jugular venous pressure

(redirected from Jugular vein distension)

jugular venous pressure (JVP)

blood pressure in the jugular vein, which reflects the volume and pressure of venous blood. JVP is estimated by positioning the head of a supine patient at a 30- to 45-degree angle and observing the neck veins. If the neck veins are filled only to a point a few millimeters above the clavicle at the end of exhalation, JVP is usually normal. With an elevated JVP the neck veins may be distended as high as the angle of the jaw. An elevated JVP is typically a sign of congestive heart failure.
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Position of jugular veins to determine venous pressure

jugular venous pressure

Abbreviation: JVP
Back pressure exerted into the jugular veins from the right side of the heart.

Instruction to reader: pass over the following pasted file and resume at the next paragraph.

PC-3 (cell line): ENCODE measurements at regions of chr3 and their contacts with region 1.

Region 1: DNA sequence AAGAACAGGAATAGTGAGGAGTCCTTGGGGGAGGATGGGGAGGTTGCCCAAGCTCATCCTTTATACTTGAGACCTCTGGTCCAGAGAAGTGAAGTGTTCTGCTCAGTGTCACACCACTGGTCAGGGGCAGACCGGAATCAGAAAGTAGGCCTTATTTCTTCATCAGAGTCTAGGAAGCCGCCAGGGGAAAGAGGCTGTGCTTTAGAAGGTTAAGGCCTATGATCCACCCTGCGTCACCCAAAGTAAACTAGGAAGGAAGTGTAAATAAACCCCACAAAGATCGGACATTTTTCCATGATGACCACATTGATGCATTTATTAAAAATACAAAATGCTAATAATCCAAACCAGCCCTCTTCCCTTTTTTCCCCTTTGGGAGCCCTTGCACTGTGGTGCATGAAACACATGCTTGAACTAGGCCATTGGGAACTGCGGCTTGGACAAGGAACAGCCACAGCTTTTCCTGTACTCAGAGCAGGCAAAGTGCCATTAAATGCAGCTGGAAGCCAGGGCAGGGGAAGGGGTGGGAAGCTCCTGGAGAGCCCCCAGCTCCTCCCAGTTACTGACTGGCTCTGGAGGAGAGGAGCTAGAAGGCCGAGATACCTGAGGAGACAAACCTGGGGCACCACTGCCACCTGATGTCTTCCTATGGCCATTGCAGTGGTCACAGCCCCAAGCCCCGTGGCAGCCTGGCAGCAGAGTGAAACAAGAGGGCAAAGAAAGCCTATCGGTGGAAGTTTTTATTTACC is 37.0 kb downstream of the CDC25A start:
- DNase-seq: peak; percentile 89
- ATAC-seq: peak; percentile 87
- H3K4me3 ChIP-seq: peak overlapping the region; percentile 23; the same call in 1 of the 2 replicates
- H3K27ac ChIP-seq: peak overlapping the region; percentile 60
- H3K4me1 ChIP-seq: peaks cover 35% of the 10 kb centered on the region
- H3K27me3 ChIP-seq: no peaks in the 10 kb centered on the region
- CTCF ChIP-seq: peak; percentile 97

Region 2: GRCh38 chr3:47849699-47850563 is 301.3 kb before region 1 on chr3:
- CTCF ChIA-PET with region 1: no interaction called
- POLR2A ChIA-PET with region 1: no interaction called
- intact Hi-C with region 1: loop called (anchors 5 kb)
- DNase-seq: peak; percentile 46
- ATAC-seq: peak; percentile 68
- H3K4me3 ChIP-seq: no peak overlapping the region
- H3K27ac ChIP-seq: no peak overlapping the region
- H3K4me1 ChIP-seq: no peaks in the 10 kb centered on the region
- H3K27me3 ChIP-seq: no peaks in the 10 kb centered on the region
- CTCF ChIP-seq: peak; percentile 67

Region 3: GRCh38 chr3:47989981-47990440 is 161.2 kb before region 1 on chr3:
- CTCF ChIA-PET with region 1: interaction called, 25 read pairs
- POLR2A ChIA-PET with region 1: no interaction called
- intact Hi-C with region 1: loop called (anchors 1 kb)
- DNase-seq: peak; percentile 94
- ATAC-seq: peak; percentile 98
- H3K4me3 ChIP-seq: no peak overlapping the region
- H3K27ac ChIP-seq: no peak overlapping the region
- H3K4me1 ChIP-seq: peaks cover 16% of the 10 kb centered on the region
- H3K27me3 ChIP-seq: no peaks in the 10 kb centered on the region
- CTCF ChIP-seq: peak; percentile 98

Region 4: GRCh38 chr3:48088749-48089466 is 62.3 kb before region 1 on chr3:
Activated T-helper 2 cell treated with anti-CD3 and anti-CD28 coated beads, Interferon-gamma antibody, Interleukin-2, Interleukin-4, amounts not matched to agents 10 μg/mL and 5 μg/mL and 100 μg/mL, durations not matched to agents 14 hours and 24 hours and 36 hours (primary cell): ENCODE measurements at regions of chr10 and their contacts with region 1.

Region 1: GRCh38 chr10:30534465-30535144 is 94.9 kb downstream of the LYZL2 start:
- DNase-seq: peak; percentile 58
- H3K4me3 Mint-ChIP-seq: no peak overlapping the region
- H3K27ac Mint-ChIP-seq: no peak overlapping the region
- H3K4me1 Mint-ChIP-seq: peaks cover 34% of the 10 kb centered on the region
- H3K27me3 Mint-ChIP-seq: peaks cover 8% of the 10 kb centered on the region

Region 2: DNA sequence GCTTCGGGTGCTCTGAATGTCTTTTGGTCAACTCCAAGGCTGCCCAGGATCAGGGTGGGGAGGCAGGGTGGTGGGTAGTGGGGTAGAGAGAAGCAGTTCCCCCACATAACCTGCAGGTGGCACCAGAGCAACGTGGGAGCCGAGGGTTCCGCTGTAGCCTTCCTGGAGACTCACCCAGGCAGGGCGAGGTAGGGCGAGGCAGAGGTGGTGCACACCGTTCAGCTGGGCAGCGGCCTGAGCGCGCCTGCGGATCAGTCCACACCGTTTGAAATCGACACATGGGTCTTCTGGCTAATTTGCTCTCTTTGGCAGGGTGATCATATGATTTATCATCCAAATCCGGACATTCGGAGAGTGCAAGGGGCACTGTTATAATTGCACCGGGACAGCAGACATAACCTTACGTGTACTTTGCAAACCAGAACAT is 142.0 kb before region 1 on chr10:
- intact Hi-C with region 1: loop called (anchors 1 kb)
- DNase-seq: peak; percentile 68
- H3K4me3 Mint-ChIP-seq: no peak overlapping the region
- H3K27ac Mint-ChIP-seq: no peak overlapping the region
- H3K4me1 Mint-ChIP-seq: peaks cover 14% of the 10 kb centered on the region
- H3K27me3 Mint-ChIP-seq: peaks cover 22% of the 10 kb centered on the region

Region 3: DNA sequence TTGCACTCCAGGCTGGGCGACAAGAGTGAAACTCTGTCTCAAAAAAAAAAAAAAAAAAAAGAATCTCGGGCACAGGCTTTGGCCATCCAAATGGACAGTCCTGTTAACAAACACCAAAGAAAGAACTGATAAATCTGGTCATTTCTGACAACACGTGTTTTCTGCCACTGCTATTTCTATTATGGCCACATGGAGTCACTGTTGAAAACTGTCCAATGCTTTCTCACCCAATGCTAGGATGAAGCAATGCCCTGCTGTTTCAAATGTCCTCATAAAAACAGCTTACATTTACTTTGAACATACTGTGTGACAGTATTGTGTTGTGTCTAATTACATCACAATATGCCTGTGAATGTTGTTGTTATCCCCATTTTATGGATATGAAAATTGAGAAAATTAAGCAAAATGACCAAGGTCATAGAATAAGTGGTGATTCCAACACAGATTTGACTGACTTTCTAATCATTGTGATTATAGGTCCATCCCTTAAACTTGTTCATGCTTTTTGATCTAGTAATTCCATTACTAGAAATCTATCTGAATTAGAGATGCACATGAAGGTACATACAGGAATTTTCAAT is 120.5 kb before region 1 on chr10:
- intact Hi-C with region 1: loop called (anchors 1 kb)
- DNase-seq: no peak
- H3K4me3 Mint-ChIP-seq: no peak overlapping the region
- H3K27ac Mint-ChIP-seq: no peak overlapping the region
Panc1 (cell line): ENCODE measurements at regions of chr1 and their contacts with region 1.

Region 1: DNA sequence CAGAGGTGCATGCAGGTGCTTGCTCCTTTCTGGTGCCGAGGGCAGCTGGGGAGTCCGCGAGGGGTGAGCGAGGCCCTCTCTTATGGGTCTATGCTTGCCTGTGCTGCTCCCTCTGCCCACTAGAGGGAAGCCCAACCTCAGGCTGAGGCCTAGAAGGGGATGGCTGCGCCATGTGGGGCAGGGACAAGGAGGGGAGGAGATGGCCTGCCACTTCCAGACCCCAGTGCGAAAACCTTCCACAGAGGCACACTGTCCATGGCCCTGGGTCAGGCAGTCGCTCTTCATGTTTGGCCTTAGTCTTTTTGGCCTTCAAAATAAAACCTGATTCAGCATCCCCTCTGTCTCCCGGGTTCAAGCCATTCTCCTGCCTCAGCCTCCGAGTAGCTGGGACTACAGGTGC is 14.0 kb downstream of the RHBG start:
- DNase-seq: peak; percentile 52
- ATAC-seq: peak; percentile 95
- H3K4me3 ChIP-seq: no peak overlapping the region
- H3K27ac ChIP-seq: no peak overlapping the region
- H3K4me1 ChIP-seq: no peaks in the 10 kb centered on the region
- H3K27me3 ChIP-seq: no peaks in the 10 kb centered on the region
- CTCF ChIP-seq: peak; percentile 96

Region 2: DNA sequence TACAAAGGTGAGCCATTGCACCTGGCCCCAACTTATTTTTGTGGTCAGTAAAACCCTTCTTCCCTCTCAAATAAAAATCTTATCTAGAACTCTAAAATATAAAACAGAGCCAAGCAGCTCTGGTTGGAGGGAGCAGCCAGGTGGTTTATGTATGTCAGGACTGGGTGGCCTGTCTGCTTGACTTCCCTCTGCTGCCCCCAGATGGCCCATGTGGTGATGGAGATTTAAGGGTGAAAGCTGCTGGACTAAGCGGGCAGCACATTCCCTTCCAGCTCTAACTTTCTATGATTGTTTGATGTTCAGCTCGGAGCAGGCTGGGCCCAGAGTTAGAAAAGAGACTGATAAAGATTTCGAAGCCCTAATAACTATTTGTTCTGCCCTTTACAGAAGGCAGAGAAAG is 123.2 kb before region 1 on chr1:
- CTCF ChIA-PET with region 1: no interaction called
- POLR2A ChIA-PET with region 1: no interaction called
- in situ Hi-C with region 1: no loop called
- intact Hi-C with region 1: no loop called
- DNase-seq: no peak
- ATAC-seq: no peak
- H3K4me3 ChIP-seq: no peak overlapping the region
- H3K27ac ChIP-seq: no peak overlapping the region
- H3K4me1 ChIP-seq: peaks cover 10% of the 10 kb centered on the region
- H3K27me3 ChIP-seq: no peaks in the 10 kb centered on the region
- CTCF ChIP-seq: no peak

Patient care

To estimate jugular venous pressure, have the patient lie on his or her back with the chest, neck, and head elevated 30 degrees above the horizontal. Measure the vertical height of the fullness seen as the jugular vein fills. In the healthy (and in the dehydrated) little or no blood is seen in the jugular veins, and they appear to be flat. In right-sided heart failure, the column of blood distends the jugular veins to a height of 5 to 6 cm or more.

See also: pressure
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Positive results were also seen in the mitigation of edema, right upper quadrant pain, portal vein hypertension, jugular vein distension, dark tongue due to blood stasis, cerebral vascular conditions, and senility.